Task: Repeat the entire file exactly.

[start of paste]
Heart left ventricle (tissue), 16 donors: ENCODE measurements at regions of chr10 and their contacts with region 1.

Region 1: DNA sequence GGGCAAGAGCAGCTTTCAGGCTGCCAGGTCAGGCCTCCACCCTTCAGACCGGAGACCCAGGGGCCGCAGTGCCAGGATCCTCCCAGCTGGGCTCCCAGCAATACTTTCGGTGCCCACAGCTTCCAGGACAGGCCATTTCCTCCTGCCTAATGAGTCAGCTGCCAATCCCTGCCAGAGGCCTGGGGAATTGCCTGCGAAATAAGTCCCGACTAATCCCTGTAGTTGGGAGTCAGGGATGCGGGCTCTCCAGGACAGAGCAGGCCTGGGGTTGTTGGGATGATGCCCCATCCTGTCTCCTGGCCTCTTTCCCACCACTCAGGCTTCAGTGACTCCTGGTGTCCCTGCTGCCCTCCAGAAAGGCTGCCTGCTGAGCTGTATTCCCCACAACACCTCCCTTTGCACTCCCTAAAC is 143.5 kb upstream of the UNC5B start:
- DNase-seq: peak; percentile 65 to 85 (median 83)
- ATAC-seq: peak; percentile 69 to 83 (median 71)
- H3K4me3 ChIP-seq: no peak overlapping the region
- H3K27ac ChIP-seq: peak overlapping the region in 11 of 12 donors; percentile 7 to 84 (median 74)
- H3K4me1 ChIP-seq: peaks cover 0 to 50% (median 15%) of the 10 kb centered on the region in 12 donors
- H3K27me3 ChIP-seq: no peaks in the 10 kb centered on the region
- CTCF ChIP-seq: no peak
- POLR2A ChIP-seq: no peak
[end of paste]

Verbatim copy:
Heart left ventricle (tissue), 16 donors: ENCODE measurements at regions of chr10 and their contacts with region 1.

Region 1: DNA sequence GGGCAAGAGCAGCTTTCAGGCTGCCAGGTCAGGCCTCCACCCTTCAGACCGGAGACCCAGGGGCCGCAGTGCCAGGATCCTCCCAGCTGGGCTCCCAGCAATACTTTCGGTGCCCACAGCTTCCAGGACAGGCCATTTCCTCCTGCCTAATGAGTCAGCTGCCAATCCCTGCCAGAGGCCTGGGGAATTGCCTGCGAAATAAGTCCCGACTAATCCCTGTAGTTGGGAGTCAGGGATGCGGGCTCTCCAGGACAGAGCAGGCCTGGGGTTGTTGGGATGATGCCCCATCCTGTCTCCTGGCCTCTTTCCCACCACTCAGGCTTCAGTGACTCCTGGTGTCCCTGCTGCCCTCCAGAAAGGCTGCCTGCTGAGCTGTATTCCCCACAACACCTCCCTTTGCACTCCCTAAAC is 143.5 kb upstream of the UNC5B start:
- DNase-seq: peak; percentile 65 to 85 (median 83)
- ATAC-seq: peak; percentile 69 to 83 (median 71)
- H3K4me3 ChIP-seq: no peak overlapping the region
- H3K27ac ChIP-seq: peak overlapping the region in 11 of 12 donors; percentile 7 to 84 (median 74)
- H3K4me1 ChIP-seq: peaks cover 0 to 50% (median 15%) of the 10 kb centered on the region in 12 donors
- H3K27me3 ChIP-seq: no peaks in the 10 kb centered on the region
- CTCF ChIP-seq: no peak
- POLR2A ChIP-seq: no peak